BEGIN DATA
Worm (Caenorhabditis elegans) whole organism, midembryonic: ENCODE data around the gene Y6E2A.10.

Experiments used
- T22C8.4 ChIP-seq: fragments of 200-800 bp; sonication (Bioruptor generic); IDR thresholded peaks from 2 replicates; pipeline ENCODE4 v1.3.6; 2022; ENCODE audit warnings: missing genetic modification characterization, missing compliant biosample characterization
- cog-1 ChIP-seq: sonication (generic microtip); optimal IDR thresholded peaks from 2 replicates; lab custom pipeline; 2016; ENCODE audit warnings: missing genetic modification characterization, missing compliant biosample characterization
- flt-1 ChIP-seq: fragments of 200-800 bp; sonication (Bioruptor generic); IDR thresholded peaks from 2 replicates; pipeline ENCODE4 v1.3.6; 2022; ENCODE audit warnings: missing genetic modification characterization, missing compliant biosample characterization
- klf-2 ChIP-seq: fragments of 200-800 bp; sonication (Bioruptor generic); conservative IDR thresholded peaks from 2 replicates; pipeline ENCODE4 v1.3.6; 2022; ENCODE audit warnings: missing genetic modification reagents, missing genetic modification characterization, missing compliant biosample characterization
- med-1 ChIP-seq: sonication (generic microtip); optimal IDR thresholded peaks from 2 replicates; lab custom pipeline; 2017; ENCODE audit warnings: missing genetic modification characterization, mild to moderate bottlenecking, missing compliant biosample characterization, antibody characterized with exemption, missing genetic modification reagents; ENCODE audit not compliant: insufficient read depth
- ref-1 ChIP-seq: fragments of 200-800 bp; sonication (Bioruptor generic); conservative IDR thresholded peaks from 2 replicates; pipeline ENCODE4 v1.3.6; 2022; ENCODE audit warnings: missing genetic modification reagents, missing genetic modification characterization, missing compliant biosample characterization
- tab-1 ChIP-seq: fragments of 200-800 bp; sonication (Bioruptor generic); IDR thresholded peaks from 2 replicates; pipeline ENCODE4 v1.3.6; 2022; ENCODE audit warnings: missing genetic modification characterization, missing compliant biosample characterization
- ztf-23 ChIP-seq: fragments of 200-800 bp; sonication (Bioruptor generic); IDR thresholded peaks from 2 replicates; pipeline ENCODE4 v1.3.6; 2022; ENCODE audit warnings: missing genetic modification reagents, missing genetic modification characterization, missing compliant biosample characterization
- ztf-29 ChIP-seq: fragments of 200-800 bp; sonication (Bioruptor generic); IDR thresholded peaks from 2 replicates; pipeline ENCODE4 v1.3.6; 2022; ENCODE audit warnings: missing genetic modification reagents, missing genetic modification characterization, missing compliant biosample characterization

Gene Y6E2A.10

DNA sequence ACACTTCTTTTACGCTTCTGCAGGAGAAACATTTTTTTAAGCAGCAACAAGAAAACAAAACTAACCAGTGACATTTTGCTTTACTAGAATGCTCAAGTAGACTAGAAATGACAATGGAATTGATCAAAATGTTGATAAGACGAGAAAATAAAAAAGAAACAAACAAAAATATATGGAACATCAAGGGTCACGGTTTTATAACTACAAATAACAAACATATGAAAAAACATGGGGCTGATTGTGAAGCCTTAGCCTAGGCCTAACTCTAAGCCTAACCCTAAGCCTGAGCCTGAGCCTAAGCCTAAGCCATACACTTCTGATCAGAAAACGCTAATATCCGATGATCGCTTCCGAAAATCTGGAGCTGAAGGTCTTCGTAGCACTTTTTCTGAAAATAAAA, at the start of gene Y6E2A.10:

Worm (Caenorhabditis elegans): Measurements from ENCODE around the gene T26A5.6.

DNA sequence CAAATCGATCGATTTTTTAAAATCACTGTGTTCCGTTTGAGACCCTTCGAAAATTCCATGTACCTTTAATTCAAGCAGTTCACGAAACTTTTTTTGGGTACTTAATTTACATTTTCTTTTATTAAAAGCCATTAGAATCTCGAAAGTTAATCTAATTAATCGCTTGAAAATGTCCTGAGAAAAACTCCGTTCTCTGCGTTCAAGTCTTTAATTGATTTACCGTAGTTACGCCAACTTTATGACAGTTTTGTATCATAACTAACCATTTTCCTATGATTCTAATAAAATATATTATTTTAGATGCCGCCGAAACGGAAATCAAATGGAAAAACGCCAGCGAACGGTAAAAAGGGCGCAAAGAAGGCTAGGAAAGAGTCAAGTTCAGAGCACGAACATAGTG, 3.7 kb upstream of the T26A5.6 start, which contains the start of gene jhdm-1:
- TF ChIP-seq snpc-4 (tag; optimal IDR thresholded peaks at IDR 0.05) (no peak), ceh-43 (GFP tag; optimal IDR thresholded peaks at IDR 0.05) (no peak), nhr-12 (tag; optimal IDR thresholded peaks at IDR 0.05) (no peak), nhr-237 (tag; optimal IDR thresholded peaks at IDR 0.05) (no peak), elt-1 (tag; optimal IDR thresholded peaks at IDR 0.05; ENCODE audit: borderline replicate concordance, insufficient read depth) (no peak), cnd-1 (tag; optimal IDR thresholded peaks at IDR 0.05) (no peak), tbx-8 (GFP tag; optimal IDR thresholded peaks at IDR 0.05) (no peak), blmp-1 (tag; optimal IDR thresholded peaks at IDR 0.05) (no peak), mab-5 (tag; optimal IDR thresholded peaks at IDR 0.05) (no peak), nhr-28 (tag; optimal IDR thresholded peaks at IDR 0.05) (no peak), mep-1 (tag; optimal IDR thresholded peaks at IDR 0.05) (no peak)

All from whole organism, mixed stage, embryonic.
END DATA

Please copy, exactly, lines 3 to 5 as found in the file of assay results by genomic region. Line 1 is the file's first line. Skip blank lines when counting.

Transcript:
- T22C8.4 ChIP-seq: fragments of 200-800 bp; sonication (Bioruptor generic); IDR thresholded peaks from 2 replicates; pipeline ENCODE4 v1.3.6; 2022; ENCODE audit warnings: missing genetic modification characterization, missing compliant biosample characterization
- cog-1 ChIP-seq: sonication (generic microtip); optimal IDR thresholded peaks from 2 replicates; lab custom pipeline; 2016; ENCODE audit warnings: missing genetic modification characterization, missing compliant biosample characterization
- flt-1 ChIP-seq: fragments of 200-800 bp; sonication (Bioruptor generic); IDR thresholded peaks from 2 replicates; pipeline ENCODE4 v1.3.6; 2022; ENCODE audit warnings: missing genetic modification characterization, missing compliant biosample characterization